11.4 Changing Agreements or Orders

Resources:

For more information see JP Boyd: Changing Final Orders and Family Law in BC: How to chang a family order if you agree or if you can't agree.

Work It Out

As you have already learned, the best way to settle family matters is for you and your former spouse to be able to work out a new agreement. There are formal ways to do change agreements and orders through the courts, but this should be your last resort.

Understand that over time, your situation in life is changing and that is true for your former spouse as well. Your agreement or order needs to reflect the current reality.

If you need to make a change, take some time to prepare, before communicating with your former spouse. Use the worksheets provided in Chapter 2 – Key Issues, to recalculate child support payments or spousal support, based on the new situation. Or, you may need a new solution for parenting arrangements. Write down your reasons for the change. Before you discuss the issue with your former spouse, you may wish to review the information in Chapter 3 – Preparing Yourself, so that you can communicate effectively and negotiate in the best interests of the children.

 

Go To Court

If you are not able to come to an agreement to change an existing agreement or court order, you can file an application and ask the court to work it for you. To change an order, you must get a new order. To change an agreement, you must obtain a court order to change the agreement.

To change an agreement or order, you need to provide information to the court about new circumstances. There must be something new that has happened for the court to revise the original agreement or order.

If the agreement or order was made according to the Divorce Act, you will need to apply to the Supreme Court. If the agreement or order was made according to the Family Law Act, you can apply to either the Provincial Court or Supreme Court. Depending on whether your order was made under the Family Law Act or the Divorce Act, the judge will use a test to determine if the order should be changed.

 

Family Law Act

    Type of order

    When will a court change, suspend, or terminate a court order?

Parenting arrangements
(allocation of parental responsibilities and parenting time)
(see section 47 of the Family Law Act)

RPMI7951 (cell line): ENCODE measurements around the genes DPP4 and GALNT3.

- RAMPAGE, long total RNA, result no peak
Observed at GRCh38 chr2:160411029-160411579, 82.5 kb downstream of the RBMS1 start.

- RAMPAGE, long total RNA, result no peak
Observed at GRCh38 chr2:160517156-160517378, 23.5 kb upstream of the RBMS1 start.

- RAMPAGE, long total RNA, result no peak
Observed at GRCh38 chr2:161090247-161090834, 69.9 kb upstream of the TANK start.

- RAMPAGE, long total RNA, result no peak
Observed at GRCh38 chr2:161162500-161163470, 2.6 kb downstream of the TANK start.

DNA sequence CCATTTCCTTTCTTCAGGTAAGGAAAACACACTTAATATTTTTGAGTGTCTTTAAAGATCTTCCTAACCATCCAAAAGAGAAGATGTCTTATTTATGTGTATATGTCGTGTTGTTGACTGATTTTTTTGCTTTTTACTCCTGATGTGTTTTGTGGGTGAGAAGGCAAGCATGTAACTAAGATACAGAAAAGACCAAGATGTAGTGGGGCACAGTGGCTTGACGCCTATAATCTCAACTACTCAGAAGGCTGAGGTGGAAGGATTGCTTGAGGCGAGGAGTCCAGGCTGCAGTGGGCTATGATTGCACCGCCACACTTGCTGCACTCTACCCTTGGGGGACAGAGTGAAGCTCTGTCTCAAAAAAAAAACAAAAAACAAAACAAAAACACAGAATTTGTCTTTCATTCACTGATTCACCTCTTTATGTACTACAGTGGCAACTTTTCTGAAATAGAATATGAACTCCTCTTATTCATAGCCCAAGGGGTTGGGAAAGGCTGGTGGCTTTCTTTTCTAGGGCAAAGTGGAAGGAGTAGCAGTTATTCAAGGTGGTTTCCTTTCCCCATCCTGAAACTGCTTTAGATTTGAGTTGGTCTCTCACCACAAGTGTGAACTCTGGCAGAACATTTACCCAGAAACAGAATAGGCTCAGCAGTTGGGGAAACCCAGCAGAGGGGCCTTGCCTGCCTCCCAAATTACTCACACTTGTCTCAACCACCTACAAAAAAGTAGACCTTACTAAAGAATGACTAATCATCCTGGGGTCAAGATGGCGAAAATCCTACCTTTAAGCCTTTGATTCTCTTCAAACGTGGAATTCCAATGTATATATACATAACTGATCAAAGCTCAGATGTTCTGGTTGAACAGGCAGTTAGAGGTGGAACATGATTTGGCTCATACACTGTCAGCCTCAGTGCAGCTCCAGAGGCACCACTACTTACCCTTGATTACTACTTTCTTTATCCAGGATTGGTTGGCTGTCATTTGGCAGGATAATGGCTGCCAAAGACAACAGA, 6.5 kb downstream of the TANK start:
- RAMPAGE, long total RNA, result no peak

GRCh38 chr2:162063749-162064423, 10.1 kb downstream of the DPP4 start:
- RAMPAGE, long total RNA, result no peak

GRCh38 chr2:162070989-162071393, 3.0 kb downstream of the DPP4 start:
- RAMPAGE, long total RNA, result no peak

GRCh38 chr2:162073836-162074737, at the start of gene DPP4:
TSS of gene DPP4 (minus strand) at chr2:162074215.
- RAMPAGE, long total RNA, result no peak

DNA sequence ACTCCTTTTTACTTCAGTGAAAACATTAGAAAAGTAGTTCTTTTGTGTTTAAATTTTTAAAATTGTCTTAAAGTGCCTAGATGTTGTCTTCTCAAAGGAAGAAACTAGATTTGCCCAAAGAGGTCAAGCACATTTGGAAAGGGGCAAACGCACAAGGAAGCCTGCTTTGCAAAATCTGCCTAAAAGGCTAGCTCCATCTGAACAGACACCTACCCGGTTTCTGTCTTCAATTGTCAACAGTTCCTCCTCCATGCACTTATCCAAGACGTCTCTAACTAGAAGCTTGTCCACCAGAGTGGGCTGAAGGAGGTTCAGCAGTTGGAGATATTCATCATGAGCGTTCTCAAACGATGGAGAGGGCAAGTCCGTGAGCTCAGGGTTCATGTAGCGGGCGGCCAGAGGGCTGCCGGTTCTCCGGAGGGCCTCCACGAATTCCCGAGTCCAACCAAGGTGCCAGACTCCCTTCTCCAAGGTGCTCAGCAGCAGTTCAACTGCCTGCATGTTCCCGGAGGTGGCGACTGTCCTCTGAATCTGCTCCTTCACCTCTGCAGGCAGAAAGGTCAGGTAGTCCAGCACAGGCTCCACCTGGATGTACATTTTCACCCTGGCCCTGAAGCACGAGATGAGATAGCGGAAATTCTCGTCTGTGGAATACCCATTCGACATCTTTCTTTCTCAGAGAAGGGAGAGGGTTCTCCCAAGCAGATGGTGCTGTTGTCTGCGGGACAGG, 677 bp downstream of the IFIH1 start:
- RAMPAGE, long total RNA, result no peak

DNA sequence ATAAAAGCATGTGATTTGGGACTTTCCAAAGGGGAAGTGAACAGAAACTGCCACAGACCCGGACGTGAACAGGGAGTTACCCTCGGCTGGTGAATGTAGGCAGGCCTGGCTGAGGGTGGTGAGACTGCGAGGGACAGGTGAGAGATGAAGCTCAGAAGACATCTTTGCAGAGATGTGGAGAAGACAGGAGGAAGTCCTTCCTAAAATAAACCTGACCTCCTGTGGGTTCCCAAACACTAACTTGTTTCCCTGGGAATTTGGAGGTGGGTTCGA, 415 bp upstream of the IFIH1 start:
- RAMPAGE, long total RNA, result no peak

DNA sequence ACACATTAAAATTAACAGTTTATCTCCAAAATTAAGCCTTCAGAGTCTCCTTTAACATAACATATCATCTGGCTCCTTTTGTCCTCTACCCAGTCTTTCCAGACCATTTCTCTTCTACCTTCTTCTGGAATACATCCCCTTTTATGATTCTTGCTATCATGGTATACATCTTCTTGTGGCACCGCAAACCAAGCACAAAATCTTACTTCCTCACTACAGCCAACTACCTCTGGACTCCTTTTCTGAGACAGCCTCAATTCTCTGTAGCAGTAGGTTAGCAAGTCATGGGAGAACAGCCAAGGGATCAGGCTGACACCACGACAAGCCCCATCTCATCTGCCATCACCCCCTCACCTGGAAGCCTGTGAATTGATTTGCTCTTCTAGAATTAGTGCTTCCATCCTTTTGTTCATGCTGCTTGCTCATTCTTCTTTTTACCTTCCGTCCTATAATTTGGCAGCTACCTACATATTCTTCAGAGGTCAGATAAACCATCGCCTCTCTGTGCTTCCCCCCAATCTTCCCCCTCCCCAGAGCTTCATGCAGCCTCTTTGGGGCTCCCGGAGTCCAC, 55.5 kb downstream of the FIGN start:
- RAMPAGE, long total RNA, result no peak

If the court is satisfied that the child's needs or circumstances have changed since the order was made. This could include a change in the circumstances of another person involved, such as the parents.

Contact with a child
(section 60)

If the child's needs and circumstances have changed since the order was made. This could include a change in the circumstances of another person involved, such as the parent with contact.

Child support
(section 152)

  • If circumstances change according to the child support guidelines, usually because the payor's income has gone up or down and another amount of child support should be paid.
  • If you have important evidence that wasn't available before.
  • If financial information was missing and not discovered until after the order was made.

Spousal support
(section 167)

  • If the conditions, finances, needs, or other circumstances of either spouse have changed.
  • If you have important evidence that wasn't available before.
  • If financial information was missing and not discovered until after the order was made.

 

Divorce Act

(Section 17 of the Divorce Act governs all applications to change an order.)

    Type of order

    When will a court change, suspend, or terminate a court order?

Custody

If the conditions, finances, needs, or other circumstances of the child have changed. The court will consider the change only if it's in the best interest of the child.

Child support

If circumstances change according to the child support guidelines, usually because the payor's income has gone up or down and another amount of child support should be paid.

Spousal support

If the conditions, finances, acheter viagra needs, or other circumstances of either spouse have changed.

 

If your situation matches one of these you can apply to change a court order:

  • In Supreme Court -file a notice of application (Form F31) with an affidavit and, if needed, a financial statement (form F8).
  • In Provincial Court- For final orders file an application respecting existing orders or agreements (Form F2). For interim orders, file a notice of motion (Form F16). In either case, the document is filed in the registry where the order was made. If a financial statement (Form 4) is required it too must be filed.

The steps to changing court orders are identical to those of making an application for an interim order. Refer back to Chapter 9. 22 –Interim Applications to review the process.